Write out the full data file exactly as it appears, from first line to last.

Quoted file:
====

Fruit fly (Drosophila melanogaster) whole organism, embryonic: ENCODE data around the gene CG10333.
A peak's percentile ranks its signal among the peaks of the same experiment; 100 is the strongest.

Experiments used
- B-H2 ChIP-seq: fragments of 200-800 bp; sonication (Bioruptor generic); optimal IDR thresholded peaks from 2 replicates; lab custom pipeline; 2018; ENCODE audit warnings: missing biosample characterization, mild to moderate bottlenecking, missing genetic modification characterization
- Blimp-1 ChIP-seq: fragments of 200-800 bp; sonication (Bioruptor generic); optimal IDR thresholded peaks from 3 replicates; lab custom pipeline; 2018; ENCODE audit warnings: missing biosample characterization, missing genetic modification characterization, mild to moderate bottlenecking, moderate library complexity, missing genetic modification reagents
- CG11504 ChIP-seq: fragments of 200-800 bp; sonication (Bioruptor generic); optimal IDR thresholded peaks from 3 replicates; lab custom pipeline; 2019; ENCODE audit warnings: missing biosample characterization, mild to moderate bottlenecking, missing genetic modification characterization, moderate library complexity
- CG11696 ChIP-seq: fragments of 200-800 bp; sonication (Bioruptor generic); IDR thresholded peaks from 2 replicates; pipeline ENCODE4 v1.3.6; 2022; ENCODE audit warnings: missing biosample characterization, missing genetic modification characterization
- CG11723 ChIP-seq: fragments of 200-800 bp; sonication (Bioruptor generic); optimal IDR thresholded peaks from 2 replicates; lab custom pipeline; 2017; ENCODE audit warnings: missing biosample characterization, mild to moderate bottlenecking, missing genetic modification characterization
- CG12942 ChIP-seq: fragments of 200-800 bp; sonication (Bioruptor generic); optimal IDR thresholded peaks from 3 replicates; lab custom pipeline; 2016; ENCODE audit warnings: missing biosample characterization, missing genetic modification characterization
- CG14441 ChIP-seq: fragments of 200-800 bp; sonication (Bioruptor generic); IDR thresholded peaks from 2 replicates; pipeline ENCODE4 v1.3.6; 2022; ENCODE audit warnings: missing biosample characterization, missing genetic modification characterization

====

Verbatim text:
Fruit fly (Drosophila melanogaster) whole organism, embryonic: ENCODE data around the gene CG10333.
A peak's percentile ranks its signal among the peaks of the same experiment; 100 is the strongest.

Experiments used
- B-H2 ChIP-seq: fragments of 200-800 bp; sonication (Bioruptor generic); optimal IDR thresholded peaks from 2 replicates; lab custom pipeline; 2018; ENCODE audit warnings: missing biosample characterization, mild to moderate bottlenecking, missing genetic modification characterization
- Blimp-1 ChIP-seq: fragments of 200-800 bp; sonication (Bioruptor generic); optimal IDR thresholded peaks from 3 replicates; lab custom pipeline; 2018; ENCODE audit warnings: missing biosample characterization, missing genetic modification characterization, mild to moderate bottlenecking, moderate library complexity, missing genetic modification reagents
- CG11504 ChIP-seq: fragments of 200-800 bp; sonication (Bioruptor generic); optimal IDR thresholded peaks from 3 replicates; lab custom pipeline; 2019; ENCODE audit warnings: missing biosample characterization, mild to moderate bottlenecking, missing genetic modification characterization, moderate library complexity
- CG11696 ChIP-seq: fragments of 200-800 bp; sonication (Bioruptor generic); IDR thresholded peaks from 2 replicates; pipeline ENCODE4 v1.3.6; 2022; ENCODE audit warnings: missing biosample characterization, missing genetic modification characterization
- CG11723 ChIP-seq: fragments of 200-800 bp; sonication (Bioruptor generic); optimal IDR thresholded peaks from 2 replicates; lab custom pipeline; 2017; ENCODE audit warnings: missing biosample characterization, mild to moderate bottlenecking, missing genetic modification characterization
- CG12942 ChIP-seq: fragments of 200-800 bp; sonication (Bioruptor generic); optimal IDR thresholded peaks from 3 replicates; lab custom pipeline; 2016; ENCODE audit warnings: missing biosample characterization, missing genetic modification characterization
- CG14441 ChIP-seq: fragments of 200-800 bp; sonication (Bioruptor generic); IDR thresholded peaks from 2 replicates; pipeline ENCODE4 v1.3.6; 2022; ENCODE audit warnings: missing biosample characterization, missing genetic modification characterization